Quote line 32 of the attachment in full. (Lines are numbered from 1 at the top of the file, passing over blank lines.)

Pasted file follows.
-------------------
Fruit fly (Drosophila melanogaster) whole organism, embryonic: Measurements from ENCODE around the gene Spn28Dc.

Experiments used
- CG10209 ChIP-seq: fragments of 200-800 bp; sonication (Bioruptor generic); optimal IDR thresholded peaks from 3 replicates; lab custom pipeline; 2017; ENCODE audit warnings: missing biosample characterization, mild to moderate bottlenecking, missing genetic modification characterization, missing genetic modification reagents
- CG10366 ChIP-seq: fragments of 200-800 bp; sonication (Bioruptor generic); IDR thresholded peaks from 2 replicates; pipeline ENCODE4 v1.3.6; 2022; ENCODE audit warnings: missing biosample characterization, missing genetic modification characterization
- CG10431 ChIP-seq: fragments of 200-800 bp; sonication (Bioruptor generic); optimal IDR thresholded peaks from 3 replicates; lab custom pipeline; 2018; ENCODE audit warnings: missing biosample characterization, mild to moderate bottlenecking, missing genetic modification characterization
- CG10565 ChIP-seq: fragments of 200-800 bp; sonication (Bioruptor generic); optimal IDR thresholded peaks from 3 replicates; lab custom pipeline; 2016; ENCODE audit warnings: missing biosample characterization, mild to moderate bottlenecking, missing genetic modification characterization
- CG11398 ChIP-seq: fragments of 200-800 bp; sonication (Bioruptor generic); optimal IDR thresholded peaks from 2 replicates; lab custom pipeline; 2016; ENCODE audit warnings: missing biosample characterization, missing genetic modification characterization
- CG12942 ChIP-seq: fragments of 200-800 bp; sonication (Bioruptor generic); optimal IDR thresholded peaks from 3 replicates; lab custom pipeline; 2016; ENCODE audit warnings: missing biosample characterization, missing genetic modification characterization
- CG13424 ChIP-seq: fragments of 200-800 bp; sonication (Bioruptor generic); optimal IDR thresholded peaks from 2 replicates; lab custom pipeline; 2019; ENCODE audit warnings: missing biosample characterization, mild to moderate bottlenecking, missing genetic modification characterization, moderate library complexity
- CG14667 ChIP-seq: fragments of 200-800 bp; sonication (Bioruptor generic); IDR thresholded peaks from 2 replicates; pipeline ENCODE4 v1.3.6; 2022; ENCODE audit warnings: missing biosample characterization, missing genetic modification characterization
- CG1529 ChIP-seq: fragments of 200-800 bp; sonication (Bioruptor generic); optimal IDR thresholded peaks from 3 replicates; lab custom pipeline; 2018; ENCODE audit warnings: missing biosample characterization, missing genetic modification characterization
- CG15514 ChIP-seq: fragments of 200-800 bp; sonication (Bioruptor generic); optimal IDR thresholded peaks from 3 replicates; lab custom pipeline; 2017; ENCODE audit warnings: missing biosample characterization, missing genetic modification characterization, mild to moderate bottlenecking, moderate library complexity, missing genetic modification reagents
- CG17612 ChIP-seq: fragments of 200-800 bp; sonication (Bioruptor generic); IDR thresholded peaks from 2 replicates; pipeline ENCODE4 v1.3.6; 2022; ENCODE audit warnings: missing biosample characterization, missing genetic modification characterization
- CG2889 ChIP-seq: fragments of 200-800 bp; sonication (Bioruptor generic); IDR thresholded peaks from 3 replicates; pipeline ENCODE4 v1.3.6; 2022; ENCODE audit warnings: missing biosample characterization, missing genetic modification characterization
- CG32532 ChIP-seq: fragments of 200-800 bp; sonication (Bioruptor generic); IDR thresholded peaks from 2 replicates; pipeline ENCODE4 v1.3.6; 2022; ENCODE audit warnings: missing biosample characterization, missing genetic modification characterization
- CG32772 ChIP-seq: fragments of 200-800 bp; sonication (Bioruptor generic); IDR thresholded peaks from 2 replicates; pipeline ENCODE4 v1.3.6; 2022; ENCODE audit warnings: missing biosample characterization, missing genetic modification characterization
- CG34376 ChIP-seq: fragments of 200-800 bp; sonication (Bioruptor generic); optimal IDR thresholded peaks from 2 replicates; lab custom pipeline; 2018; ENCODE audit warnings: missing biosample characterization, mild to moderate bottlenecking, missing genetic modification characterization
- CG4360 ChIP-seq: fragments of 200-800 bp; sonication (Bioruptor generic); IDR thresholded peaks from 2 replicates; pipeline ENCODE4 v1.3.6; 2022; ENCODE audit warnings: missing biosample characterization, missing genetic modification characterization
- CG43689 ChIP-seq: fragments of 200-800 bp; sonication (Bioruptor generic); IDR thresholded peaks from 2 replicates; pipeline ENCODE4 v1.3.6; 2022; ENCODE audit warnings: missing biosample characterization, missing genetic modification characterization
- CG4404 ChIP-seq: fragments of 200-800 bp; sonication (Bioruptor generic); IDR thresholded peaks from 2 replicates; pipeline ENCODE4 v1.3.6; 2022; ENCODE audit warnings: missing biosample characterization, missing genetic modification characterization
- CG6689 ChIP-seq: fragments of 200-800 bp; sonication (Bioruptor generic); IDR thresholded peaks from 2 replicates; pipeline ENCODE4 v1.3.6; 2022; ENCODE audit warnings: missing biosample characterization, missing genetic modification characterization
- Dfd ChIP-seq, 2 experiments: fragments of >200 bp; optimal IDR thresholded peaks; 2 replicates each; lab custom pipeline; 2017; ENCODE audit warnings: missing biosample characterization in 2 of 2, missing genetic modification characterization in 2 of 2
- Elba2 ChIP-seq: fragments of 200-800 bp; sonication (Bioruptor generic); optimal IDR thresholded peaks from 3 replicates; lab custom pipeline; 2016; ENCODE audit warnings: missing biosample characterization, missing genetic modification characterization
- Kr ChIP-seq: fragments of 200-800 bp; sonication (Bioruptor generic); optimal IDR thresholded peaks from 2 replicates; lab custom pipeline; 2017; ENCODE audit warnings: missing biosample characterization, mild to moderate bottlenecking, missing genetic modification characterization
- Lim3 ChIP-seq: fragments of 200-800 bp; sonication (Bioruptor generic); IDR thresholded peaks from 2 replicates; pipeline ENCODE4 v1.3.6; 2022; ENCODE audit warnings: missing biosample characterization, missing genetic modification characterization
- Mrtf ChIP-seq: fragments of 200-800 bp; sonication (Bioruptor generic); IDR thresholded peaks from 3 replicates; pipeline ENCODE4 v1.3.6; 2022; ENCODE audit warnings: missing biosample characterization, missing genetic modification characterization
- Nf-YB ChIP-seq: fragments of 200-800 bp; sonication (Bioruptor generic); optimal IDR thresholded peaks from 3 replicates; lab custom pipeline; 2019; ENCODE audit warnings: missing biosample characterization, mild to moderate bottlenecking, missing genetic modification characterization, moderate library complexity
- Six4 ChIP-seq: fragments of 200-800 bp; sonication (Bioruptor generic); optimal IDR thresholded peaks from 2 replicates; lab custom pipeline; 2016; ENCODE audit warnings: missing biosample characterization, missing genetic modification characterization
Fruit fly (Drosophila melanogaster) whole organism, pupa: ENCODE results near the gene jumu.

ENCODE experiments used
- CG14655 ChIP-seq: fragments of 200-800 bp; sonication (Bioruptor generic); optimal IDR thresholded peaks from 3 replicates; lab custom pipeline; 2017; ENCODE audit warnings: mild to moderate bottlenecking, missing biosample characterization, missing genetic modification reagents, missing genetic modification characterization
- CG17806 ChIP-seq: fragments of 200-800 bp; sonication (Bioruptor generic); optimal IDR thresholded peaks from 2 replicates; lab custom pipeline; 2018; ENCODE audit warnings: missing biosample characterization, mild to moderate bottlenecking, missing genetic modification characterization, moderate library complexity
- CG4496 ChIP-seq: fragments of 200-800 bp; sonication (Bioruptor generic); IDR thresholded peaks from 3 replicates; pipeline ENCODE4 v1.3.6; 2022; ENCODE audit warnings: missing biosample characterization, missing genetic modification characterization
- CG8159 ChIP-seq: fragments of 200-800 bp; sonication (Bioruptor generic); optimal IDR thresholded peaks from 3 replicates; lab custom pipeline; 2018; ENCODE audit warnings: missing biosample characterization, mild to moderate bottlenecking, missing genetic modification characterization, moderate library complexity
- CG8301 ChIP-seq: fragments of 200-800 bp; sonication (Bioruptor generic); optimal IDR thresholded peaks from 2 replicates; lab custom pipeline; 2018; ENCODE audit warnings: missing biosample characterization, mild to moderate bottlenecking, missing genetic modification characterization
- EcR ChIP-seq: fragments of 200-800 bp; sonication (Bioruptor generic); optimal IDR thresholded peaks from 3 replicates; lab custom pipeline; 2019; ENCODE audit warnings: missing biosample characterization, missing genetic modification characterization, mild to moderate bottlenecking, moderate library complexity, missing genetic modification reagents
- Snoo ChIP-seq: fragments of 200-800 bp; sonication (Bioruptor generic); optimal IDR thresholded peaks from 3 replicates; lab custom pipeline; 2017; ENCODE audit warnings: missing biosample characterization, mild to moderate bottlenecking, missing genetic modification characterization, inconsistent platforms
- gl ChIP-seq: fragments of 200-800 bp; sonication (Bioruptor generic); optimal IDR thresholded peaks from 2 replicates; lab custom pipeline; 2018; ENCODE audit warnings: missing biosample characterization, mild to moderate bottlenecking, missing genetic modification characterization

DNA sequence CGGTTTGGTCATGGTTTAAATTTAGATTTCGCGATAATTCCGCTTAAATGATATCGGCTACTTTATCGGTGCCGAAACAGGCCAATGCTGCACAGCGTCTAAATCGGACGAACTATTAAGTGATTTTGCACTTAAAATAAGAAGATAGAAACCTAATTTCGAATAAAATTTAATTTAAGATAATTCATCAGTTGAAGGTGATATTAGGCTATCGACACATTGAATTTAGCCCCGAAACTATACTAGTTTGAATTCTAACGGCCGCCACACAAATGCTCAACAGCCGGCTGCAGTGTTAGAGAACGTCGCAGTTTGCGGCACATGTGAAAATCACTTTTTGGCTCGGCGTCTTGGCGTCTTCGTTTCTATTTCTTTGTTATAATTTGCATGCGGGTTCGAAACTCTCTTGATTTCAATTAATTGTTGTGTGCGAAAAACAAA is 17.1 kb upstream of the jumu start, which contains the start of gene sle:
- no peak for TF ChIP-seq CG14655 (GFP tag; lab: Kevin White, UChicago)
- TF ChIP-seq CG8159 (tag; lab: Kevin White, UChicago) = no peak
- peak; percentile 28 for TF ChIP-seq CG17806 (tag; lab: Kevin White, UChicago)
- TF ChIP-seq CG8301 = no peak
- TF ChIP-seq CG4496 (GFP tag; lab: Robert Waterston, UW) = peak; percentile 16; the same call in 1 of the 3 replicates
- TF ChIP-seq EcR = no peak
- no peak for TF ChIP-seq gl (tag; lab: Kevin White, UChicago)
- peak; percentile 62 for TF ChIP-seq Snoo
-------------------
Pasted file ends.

- CG17806 ChIP-seq: fragments of 200-800 bp; sonication (Bioruptor generic); optimal IDR thresholded peaks from 2 replicates; lab custom pipeline; 2018; ENCODE audit warnings: missing biosample characterization, mild to moderate bottlenecking, missing genetic modification characterization, moderate library complexity